c) PR interval
d) T wave
c) PR interval
Generally, increased P wave amplitude indicates _____________ while increased P wave duration indicates ____________.
Increased amplitude = R atrial enlargement
Increased duration = L atrial enlargement
T or F:
Increased QRS duration is indicative of L heart enlargement.
False! This is only true if there are NO OTHER INDICATIONS of R heart enlargement
Prolonged QT interval is suggestive of which of the following?
a) hypokalemia
b) hypercalcemia
c) digitalis toxicity
d) EG toxicity
e) hypothermia
a) hypokalemia
d) EG toxicity
e) hypothermia
(also hypocalcemia, quinidine toxicity, strenuous exercise, CNS disorders)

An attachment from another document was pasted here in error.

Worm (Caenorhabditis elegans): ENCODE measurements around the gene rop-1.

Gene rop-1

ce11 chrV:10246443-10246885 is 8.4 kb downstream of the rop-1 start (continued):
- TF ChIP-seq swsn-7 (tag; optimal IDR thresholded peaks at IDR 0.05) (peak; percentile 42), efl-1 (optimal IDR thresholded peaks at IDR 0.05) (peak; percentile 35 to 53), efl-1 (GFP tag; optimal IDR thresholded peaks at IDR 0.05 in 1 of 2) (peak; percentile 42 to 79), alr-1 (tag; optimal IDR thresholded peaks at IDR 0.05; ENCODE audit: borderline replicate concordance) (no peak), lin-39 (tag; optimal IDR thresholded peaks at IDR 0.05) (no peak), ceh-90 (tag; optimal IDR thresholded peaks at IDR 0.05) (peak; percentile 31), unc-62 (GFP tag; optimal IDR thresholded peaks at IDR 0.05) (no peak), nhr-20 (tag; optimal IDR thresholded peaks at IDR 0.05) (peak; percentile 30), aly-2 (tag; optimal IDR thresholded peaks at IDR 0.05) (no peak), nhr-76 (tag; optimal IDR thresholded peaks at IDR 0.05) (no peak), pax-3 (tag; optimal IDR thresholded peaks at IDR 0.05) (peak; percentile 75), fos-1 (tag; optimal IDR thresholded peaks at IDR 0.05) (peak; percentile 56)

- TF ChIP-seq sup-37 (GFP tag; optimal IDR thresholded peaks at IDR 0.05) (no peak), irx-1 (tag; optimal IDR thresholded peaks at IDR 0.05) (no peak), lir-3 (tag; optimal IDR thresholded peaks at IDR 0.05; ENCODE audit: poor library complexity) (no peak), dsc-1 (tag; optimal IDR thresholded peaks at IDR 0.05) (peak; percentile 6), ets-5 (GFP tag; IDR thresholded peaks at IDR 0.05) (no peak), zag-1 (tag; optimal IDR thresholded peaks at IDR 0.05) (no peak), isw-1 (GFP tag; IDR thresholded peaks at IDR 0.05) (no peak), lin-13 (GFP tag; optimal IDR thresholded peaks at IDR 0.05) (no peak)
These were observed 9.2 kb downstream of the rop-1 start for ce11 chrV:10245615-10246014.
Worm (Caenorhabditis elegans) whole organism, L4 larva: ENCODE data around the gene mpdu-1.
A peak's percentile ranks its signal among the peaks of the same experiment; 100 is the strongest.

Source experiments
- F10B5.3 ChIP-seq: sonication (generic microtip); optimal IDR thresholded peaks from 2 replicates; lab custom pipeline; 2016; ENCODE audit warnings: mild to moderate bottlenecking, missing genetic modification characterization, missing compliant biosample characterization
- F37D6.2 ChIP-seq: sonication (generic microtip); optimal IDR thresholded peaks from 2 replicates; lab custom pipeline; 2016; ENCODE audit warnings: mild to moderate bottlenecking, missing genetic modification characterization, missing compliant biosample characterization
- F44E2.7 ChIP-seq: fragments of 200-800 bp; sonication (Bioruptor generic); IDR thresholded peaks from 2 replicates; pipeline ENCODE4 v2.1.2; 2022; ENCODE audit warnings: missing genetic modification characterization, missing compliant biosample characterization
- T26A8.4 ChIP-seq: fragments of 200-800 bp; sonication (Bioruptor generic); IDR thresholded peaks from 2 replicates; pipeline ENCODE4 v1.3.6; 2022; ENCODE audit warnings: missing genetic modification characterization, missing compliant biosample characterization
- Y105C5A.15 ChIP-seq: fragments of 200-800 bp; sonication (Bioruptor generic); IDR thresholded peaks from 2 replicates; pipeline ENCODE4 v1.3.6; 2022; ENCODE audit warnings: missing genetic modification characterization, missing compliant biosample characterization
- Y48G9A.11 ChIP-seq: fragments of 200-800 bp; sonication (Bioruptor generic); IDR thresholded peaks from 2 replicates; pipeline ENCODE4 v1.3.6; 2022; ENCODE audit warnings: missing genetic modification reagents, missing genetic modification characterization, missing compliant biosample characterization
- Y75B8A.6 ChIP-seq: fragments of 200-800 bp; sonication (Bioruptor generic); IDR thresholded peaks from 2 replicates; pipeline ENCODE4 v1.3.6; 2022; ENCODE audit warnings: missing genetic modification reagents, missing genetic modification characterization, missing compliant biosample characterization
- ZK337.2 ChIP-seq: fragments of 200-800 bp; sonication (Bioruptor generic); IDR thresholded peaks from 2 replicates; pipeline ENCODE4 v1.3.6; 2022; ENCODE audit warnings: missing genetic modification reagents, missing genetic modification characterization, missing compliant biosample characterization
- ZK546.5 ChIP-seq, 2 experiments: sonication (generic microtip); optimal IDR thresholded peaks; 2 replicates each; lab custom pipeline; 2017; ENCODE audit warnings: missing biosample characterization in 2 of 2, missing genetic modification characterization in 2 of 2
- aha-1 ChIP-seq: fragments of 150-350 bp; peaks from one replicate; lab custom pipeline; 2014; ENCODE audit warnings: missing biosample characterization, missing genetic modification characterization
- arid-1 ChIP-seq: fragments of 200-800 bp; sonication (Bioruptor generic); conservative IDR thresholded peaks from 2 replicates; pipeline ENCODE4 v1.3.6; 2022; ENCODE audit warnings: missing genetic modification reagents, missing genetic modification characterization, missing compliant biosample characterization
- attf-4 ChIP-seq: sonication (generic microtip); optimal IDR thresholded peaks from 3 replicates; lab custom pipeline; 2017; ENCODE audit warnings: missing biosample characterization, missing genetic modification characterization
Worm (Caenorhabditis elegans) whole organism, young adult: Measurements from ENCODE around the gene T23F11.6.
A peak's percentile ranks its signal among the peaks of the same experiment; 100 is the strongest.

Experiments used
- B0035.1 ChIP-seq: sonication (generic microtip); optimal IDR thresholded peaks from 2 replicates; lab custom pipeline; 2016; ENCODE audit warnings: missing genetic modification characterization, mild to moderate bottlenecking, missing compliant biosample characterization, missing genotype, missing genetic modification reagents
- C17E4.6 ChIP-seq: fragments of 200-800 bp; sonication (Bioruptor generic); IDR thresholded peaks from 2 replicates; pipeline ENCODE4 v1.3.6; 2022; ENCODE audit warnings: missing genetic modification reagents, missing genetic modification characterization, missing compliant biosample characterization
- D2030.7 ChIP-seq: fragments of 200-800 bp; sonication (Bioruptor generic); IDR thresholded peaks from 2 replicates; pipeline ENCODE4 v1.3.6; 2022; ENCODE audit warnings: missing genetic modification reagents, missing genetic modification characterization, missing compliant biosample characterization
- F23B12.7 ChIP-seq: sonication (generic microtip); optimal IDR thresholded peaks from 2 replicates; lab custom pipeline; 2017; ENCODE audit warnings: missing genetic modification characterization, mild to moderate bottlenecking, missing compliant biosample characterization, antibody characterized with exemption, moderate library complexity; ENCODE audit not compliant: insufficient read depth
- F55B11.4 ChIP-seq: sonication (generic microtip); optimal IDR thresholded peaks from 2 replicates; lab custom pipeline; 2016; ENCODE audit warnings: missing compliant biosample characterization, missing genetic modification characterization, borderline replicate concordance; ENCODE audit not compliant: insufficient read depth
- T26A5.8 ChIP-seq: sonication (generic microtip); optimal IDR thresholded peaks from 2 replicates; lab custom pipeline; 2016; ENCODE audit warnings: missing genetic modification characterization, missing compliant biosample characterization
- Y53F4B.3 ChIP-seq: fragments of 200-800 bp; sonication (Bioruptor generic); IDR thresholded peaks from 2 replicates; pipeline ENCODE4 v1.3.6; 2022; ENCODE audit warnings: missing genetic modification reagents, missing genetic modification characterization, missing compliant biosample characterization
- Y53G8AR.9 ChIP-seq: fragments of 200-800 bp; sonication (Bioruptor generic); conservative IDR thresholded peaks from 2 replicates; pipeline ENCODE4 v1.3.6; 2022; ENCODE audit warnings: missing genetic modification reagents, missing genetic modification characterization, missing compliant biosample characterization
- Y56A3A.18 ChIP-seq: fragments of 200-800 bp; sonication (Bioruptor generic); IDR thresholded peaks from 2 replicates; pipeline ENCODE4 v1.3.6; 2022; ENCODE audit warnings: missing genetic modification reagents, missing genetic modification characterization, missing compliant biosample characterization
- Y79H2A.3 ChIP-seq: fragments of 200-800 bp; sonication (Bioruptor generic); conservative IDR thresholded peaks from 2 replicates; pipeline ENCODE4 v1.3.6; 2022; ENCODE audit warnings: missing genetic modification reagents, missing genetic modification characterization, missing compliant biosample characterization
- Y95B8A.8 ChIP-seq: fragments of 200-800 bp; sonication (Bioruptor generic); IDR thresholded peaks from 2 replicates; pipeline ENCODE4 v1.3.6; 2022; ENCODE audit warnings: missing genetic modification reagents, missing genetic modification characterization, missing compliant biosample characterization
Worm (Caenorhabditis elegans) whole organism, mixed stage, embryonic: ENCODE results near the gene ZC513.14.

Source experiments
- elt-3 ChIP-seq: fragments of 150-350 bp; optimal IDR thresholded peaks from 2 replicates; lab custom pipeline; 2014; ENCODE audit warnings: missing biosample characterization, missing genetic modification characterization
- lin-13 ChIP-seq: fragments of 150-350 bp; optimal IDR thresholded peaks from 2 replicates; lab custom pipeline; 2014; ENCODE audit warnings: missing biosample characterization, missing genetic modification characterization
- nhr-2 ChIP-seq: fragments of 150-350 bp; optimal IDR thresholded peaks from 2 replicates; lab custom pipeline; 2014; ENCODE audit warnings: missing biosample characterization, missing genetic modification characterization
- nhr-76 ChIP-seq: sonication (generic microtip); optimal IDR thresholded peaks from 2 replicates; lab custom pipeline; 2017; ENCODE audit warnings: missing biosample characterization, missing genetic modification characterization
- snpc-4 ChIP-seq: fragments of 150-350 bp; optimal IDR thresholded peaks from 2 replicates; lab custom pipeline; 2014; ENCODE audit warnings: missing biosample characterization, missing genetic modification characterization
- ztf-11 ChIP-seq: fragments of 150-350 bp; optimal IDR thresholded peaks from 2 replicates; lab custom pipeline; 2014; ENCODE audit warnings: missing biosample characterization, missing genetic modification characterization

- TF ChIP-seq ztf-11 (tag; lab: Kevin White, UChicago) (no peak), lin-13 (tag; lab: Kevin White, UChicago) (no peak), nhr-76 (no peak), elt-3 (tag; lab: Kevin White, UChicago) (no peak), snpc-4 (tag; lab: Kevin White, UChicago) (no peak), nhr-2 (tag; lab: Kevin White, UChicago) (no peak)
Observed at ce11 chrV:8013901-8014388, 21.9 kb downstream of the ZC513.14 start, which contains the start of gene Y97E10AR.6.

Prolonged QT interval is suggestive of which of the following?
a) hypokalemia
b) hypercalcemia
c) digitalis toxicity
d) EG toxicity
e) hypothermia
b) hypercalcemia
c) digitalis toxicity
(also hyperkalemia)
What are the 2 mechanisms of arrhythmia formation?
Disorders of impulse formation
Disorders of impulse conduction
Which of the following describe disorders of impulse formation?
a) ectopic pacemaker
b) depressed/enhanced automaticity
c) reentry loop
d) early or delayed after-depolarization
a) ectopic pacemaker
b) depressed/enhanced automaticity
d) early or delayed after-depolarization
What are the two modes of impulse conduction abnormalities?
blockage
rerouting (eg: reentry loop)
Which of the following describe escape beats?
a) ectopic beats
b) R-R interval from preceding normal beat is shorter than prevailing R-R interval
c) due to SA node impulse or conduction issue
d) can be treated if needed
a) ectopic beats
c) due to SA node impulse or conduction issue
(R-R interval is LONGER; DON'T TREAT THESE)
Which of the following describe premature beats?